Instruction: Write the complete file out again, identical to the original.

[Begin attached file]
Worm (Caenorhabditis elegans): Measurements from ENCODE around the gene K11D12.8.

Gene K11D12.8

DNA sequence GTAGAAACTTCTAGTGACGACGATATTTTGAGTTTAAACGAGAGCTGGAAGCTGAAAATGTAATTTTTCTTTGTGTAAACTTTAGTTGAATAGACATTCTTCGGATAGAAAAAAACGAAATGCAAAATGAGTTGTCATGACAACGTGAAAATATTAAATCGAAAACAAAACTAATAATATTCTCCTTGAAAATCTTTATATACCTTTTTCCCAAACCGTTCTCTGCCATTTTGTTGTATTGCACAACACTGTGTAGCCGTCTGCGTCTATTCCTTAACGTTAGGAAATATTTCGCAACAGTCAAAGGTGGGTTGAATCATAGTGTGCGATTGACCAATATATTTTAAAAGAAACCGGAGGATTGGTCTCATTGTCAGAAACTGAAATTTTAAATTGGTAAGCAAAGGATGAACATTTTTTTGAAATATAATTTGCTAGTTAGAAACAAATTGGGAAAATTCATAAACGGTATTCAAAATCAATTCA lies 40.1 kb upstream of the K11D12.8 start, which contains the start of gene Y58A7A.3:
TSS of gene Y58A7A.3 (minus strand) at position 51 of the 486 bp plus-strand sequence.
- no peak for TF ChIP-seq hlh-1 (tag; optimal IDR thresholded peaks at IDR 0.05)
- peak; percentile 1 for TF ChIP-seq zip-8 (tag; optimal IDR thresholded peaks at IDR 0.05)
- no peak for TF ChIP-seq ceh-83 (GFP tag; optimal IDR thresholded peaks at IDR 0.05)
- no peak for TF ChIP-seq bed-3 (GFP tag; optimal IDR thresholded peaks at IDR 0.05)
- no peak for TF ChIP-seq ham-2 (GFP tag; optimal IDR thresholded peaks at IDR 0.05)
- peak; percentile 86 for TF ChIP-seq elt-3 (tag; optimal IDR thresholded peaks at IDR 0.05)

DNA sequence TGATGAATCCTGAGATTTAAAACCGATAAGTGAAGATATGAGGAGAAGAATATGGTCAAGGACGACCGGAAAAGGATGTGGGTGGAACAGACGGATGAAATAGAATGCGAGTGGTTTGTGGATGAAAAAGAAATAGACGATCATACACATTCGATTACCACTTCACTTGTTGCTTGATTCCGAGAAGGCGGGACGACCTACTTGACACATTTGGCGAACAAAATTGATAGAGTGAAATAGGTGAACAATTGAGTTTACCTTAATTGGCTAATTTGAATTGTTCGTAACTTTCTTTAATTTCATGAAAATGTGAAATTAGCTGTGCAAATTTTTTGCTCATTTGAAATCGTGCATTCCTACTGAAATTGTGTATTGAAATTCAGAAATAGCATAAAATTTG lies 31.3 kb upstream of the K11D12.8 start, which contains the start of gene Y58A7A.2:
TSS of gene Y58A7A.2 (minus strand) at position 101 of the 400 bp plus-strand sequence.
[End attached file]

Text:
Worm (Caenorhabditis elegans): Measurements from ENCODE around the gene K11D12.8.

Gene K11D12.8

DNA sequence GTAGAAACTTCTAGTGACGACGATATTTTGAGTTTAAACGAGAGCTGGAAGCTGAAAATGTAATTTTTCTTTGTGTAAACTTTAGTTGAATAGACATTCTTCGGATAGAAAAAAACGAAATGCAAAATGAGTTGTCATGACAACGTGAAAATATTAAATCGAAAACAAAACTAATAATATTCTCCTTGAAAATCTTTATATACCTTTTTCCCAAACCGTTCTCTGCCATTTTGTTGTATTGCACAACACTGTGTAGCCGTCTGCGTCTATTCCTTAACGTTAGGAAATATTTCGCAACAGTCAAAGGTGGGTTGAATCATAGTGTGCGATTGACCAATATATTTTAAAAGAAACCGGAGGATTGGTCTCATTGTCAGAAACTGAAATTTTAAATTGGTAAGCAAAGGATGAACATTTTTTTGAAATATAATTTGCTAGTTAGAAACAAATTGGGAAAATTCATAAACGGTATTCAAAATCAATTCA lies 40.1 kb upstream of the K11D12.8 start, which contains the start of gene Y58A7A.3:
TSS of gene Y58A7A.3 (minus strand) at position 51 of the 486 bp plus-strand sequence.
- no peak for TF ChIP-seq hlh-1 (tag; optimal IDR thresholded peaks at IDR 0.05)
- peak; percentile 1 for TF ChIP-seq zip-8 (tag; optimal IDR thresholded peaks at IDR 0.05)
- no peak for TF ChIP-seq ceh-83 (GFP tag; optimal IDR thresholded peaks at IDR 0.05)
- no peak for TF ChIP-seq bed-3 (GFP tag; optimal IDR thresholded peaks at IDR 0.05)
- no peak for TF ChIP-seq ham-2 (GFP tag; optimal IDR thresholded peaks at IDR 0.05)
- peak; percentile 86 for TF ChIP-seq elt-3 (tag; optimal IDR thresholded peaks at IDR 0.05)

DNA sequence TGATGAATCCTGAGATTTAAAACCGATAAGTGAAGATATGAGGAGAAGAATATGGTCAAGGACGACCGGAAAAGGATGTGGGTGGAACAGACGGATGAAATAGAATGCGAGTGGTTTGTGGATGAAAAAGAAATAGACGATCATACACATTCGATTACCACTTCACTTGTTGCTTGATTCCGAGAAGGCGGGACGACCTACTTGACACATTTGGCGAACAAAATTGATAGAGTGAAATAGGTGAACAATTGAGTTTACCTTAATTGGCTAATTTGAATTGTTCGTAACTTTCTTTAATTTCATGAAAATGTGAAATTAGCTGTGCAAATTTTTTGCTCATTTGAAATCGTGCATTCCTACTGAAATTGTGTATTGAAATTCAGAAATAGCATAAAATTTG lies 31.3 kb upstream of the K11D12.8 start, which contains the start of gene Y58A7A.2:
TSS of gene Y58A7A.2 (minus strand) at position 101 of the 400 bp plus-strand sequence.